Obviously, then, the majority of LDS women are not interested in ordination. So what do we want?
We want to feel valued and empowered. But validation and empowerment isn’t going to come through ordination to the priesthood. It’s going to come through understanding the power we already have. It’s going to come through knowing who we are. This, I believe, is what most faithful Latter-Day Saint women truly want; this is what we long for in our heart of hearts–to know who we are. We want to know what it means to be a woman in God’s Kingdom and in the eternities. We want to know that we are relevant in the grand scope of things, that we matter in crucial and enduring ways beyond our ability to reproduce. We want to know where to look to see what we can become. We want to know our Mother.
We want to know our Mother.
This, I believe, is the crux of the matter. This is the core issue we should be focusing on.
The fact that we have a Mother in Heaven is a well-established (and utterly beautiful) part of our doctrine. The history of this doctrine has been thoroughly researched, documented, and written about here and elsewhere. The existence of our divine Mother has been acknowledged by leaders of the Church from the earliest days until now. This doctrine is even referenced in two official statements by the First Presidency of the Church.
In 1909: “All men and women are in the similitude of the universal Father and Mother and are literally the sons and daughters of Deity.” (“The Origin and Destiny of Man,” Improvement Era 12 (November 1909): 78.)
And in 1995: “All human beings—male and female—are created in the image of God. Each is a beloved spirit son or daughter of heavenly parents, and, as such, each has a divine nature and destiny.” (“The Family: A Proclamation to the World,” Ensign 25 (November 1995): 102.)
I have realized for some time that the source of my own deepest pain with regard to my womanhood has nothing to do with not having the priesthood (which, actually, I believe I do have–but that’s an essay for another time!). What I yearn for is not ordination, but a more open and official acknowledgement of our Mother in Heaven and a clearer understanding of Her nature, for with that will come so much else–divine empowerment, a sure knowledge of Woman’s central place in the Plan, and an absolute conviction of our eternal worth and relevance. I also believe that many, if not all, of the practices and prohibitions that are most troubling to women in the Church would gradually disappear as the majesty and centrality of our Heavenly Mother are understood and embraced by men and women alike.
Why is it that we don’t more openly recognize the existence of our divine Mother? What, exactly, is so threatening about this truth? Why couldn’t the Young Women’s theme be changed so that our beautiful, strong young women throughout the Church could stand every week and proclaim: “We are daughters of a Heavenly Father and a Heavenly Mother who love us.” Or even, “We are daughters of Heavenly Parents who love us.” Can you imagine the difference this would make in these young women and their sense of who they are and who they are destined to become? Why is this topic still so suspect?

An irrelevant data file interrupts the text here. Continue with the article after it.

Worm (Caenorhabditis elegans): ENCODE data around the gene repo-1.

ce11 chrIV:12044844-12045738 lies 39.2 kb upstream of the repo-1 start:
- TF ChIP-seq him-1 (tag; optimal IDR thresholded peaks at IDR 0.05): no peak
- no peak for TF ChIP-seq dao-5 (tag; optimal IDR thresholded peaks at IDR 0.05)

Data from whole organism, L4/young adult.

If the family unit is so important, so crucial to God’s plan (and I believe it is!), and if families here on earth are reflections of familial relationships in heaven, then where is our Mother? As Julie M. Smith wrote in her article, “Strands of Priesthood,” posted on the Times and Seasons blog on April 1, 2013:
“Think about it this way: if you took what Mormonism teaches about Heavenly Father and Heavenly Mother and mapped that onto a couple on earth, you’d get a stay-at-home dad and a mother who is–I don’t know–a medical resident or deployed to a foreign battlefield or maybe took a job in another country and so she literally never sees her children. (In fact, the kids can’t even Skype her.)”
I long for a sanctioned connection with my Heavenly Mother. I yearn for a truer understanding of who She is, because until I have that, I don’t think I’ll ever truly understand who I am as an eternal being. The ongoing dismissal of Her and the unspoken taboo of even speaking about Her creates a gnawing ache inside me, not only because it makes me feel like a motherless child, but because it causes me to doubt my own significance and relevance in the eternities. Am I to have no connection with my spiritual children? Will they never acknowledge me or speak to me? It is a devastatingly crushing prospect to contemplate.
These, then, are the questions I believe we, as modern day daughters of Zelophehad should be pleading with our leaders to prayerfully consider and seek enlightenment on: Who is our Mother in Heaven? Where is She? What is Her nature? What is Her role in the great Plan of Happiness? Why is it not appropriate for us to speak to Her?
These are the questions that will lead to the true empowerment of women, not “Can we have the priesthood?”.
I believe that we already have at least the seedlings of answers to these questions in our scriptures, in the temple ceremonies, in the words of our leaders, and in our own hearts if we but have eyes to see and ears to hear. And there is so much yet to be revealed to us, “many great and important things pertaining to the Kingdom of God,”–glorious, ennobling truths so magnificent in scope and in brilliant in substance that our mortal minds cannot begin to conceive of them. But we must humbly and earnestly seek these things, and we must prepare ourselves in every way to be ready and worthy to receive the great outpouring of truth and knowledge that will come.
Catherine Worthington is a wife, mother, writer, and teacher. She currently serves in an auxiliary presidency. She loves running, knitting, and crime TV.